Gilda’s, a network of non-profit centers named for Saturday Night Live star and Detroit native Gilda Radner, provides a broad range of free support services — from art classes to teen clubs and family social activities — for cancer patients and their families. Radner died of ovarian cancer in 1989. Around North America, 22 clubhouses stand in her memory, each sporting a bright red door.
Ted Huebner, who helped found Project Gilda, the group working to open the east-side clubhouse, says residents would enthusiastically welcome a club that’s closer to home. Many cancer patients understandably find the drive to Royal Oak, the location of Gilda’s Club Metro Detroit, too taxing.
“We have lots of medical support for cancer patients on the east side, but what we find lacking is the emotional and social support, not only for people with cancer, but particularly for their family and friends,” Huebner says. “That was Gilda’s legacy; she wanted to make sure no one faced cancer alone.”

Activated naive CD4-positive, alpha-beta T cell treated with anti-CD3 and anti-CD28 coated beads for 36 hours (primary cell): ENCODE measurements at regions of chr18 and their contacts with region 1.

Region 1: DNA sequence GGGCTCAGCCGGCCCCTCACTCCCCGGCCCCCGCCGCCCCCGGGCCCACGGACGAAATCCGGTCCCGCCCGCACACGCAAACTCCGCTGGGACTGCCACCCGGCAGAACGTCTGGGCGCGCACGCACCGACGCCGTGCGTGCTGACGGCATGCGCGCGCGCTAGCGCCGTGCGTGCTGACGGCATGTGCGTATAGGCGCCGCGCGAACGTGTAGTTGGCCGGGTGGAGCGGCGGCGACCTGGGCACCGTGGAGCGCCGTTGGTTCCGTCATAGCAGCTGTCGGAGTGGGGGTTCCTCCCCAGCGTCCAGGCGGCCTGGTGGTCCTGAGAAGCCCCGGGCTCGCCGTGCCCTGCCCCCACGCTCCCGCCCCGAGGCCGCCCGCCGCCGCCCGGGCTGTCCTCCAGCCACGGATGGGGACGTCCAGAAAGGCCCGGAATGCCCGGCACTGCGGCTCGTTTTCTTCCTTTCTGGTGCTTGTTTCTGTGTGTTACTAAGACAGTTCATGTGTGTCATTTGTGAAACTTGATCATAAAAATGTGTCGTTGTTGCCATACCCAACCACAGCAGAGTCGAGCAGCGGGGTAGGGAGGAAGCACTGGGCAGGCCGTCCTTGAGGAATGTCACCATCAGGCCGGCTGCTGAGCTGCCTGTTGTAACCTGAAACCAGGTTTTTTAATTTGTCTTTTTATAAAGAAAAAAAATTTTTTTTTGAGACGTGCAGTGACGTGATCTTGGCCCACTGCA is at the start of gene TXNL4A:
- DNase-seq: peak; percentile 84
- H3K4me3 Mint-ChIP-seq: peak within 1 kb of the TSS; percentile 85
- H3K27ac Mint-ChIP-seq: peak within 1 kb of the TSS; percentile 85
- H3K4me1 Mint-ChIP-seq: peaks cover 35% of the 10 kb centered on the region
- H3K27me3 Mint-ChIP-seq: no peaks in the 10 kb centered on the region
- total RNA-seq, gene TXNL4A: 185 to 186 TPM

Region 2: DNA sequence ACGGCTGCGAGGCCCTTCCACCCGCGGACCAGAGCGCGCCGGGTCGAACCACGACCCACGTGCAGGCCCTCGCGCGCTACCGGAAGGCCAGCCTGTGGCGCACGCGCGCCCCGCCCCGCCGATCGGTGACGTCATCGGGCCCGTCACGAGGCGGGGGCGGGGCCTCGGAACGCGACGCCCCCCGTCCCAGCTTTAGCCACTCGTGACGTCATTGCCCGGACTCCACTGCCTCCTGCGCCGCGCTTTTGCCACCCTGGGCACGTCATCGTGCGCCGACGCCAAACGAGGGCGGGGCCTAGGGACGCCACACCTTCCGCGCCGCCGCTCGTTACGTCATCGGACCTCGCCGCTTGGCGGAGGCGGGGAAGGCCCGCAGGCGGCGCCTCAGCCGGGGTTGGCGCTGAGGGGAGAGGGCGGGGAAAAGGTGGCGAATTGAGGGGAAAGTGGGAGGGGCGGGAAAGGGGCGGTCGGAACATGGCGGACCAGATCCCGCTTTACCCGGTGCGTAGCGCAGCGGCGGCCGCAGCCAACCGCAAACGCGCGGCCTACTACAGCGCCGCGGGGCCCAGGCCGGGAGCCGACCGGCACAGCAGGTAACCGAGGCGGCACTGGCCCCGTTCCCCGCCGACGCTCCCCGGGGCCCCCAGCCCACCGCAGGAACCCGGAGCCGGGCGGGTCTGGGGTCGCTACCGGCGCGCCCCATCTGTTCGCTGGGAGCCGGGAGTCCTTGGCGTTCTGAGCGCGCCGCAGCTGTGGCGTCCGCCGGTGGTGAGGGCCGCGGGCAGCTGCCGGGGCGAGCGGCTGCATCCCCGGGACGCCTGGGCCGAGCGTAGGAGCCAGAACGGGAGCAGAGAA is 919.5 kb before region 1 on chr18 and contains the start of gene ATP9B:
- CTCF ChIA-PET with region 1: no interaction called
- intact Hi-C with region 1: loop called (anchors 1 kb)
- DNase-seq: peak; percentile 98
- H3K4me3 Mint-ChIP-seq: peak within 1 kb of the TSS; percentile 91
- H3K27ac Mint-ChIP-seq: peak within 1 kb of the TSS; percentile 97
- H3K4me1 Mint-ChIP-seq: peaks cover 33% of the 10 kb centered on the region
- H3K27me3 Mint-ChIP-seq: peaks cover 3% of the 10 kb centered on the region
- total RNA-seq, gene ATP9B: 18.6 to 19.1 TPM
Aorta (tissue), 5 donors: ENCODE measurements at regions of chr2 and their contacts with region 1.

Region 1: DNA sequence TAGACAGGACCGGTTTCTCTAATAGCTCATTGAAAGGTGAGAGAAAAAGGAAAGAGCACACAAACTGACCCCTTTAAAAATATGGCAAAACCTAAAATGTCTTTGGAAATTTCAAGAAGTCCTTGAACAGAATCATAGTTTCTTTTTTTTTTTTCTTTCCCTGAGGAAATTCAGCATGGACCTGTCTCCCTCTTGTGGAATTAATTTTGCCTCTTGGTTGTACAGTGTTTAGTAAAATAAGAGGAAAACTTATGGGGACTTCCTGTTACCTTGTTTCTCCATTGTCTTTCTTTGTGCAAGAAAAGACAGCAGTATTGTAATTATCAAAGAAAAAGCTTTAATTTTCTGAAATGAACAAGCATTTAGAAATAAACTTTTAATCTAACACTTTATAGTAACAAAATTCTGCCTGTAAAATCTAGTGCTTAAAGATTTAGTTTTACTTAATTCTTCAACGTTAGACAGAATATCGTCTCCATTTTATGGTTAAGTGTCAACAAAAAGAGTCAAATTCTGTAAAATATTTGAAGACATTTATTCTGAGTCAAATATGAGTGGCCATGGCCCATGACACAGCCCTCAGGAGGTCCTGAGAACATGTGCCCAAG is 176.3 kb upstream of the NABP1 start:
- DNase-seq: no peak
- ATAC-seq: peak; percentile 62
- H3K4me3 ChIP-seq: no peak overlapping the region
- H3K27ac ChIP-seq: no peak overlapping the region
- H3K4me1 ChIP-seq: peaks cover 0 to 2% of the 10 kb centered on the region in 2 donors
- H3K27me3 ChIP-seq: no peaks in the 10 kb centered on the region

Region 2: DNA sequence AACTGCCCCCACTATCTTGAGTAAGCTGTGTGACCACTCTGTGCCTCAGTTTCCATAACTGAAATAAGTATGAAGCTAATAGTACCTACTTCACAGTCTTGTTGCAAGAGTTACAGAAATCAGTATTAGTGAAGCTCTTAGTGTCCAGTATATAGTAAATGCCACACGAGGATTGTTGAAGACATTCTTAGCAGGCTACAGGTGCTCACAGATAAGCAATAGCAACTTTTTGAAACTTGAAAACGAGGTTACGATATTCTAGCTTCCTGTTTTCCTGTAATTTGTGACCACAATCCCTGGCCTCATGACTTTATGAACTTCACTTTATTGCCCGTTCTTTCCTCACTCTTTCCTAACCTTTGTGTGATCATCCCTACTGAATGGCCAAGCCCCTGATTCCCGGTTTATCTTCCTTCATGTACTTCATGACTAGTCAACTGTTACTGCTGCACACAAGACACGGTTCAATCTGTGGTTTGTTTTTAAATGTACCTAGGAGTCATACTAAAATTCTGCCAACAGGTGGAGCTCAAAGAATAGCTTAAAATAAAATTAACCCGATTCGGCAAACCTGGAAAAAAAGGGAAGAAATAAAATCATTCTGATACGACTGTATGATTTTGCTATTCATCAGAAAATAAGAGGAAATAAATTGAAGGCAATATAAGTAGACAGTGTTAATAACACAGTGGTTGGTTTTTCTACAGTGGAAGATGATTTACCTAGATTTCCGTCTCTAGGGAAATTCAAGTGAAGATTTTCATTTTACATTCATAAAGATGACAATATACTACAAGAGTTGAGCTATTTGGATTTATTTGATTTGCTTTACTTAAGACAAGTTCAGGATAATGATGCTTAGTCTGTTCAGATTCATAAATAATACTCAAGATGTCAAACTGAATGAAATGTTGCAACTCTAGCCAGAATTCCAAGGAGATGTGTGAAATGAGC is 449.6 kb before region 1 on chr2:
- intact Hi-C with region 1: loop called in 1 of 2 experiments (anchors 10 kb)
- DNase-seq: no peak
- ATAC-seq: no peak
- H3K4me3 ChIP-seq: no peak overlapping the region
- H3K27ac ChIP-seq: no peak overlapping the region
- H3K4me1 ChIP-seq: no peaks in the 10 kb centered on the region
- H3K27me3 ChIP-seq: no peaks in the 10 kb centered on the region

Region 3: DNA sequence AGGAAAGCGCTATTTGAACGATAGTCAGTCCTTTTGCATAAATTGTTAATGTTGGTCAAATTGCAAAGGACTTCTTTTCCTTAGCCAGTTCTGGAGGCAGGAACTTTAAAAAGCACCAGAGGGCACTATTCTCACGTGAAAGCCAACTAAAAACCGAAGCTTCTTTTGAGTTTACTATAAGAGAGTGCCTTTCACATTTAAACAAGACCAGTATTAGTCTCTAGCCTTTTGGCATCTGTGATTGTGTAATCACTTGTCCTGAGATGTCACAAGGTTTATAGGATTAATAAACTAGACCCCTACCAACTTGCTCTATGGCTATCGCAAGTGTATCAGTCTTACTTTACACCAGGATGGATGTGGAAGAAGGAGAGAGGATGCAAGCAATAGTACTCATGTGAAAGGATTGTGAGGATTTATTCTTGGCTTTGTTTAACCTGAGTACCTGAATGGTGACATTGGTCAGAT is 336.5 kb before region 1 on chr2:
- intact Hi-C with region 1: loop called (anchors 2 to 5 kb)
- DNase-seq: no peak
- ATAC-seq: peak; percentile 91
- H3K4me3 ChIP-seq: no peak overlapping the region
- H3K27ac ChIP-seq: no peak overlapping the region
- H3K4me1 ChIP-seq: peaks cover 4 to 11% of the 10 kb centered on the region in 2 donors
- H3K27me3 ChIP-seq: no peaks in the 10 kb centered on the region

Project Gilda is hoping to complete the licensing process by year’s end. Meanwhile, volunteers are working hard to raise seed money for a $6-million fundraising campaign.
Nancy Kelley, a Grosse Pointe Farms resident, began visiting Gilda’s Club after her second bout with breast cancer last summer and subsequent to a stepdaughter’s diagnosis.
Kelley, who learned of the centers through a social worker, says, “It was one of the most fabulous places I ever discovered.” Connecting in a non-hospital setting with others affected by cancer is “profoundly valuable for people.
“Some of the best therapy happens at Gilda’s, but it’s not called therapy; it’s called a place to go.”